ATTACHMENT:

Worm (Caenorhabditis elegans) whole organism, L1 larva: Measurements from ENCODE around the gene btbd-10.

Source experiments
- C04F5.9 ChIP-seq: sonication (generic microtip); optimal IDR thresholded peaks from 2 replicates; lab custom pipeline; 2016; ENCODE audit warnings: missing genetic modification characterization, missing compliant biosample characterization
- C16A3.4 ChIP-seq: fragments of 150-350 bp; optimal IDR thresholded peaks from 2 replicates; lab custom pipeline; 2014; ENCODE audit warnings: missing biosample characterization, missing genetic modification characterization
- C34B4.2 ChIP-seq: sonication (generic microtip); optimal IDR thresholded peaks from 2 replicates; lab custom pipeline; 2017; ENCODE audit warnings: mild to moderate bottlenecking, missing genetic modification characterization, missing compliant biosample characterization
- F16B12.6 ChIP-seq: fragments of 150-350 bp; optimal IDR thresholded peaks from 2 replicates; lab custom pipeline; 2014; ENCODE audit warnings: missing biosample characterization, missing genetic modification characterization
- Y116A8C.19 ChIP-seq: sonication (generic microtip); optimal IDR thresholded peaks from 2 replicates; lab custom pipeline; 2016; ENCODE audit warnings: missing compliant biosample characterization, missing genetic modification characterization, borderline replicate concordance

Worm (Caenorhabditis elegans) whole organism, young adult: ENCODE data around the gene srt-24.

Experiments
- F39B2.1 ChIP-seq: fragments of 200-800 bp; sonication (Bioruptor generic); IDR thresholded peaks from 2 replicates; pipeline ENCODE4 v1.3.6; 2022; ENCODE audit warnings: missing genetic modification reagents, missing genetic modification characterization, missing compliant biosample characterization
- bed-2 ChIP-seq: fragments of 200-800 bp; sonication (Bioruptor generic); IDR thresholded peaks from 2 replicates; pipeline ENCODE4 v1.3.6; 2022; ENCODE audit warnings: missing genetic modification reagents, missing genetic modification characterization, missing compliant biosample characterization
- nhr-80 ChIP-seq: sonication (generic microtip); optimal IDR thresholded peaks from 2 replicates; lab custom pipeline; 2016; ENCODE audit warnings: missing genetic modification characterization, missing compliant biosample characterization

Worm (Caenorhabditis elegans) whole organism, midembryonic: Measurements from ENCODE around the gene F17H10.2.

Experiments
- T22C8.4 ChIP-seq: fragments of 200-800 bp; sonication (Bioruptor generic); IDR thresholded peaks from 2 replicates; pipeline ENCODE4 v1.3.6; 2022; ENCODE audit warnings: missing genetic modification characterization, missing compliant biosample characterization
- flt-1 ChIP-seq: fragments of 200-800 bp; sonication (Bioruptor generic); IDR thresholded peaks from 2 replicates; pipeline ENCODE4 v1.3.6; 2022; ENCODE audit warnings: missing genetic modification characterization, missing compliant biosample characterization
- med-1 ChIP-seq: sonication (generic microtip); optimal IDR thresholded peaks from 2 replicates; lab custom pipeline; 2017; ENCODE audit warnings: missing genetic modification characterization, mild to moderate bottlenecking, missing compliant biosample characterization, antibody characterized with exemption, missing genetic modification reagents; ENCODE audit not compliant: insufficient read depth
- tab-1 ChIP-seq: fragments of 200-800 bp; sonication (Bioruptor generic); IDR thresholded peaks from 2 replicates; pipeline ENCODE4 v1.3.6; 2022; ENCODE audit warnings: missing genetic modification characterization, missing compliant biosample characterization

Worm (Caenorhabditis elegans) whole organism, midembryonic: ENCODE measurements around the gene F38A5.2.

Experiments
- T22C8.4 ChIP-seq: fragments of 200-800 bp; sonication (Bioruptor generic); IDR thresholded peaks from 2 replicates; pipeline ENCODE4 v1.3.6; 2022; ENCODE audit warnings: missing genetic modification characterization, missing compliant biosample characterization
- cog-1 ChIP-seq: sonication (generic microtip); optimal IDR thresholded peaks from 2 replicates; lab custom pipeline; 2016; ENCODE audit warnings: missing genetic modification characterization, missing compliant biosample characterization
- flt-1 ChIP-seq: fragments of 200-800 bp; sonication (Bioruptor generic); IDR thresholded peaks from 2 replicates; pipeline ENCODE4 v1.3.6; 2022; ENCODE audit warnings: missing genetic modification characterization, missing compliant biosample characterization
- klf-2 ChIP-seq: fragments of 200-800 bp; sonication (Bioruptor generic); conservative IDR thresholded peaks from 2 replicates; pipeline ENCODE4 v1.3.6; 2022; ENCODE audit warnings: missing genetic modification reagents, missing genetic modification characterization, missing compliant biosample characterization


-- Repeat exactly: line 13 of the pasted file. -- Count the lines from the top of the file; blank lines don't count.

Worm (Caenorhabditis elegans) whole organism, midembryonic: Measurements from ENCODE around the gene F17H10.2.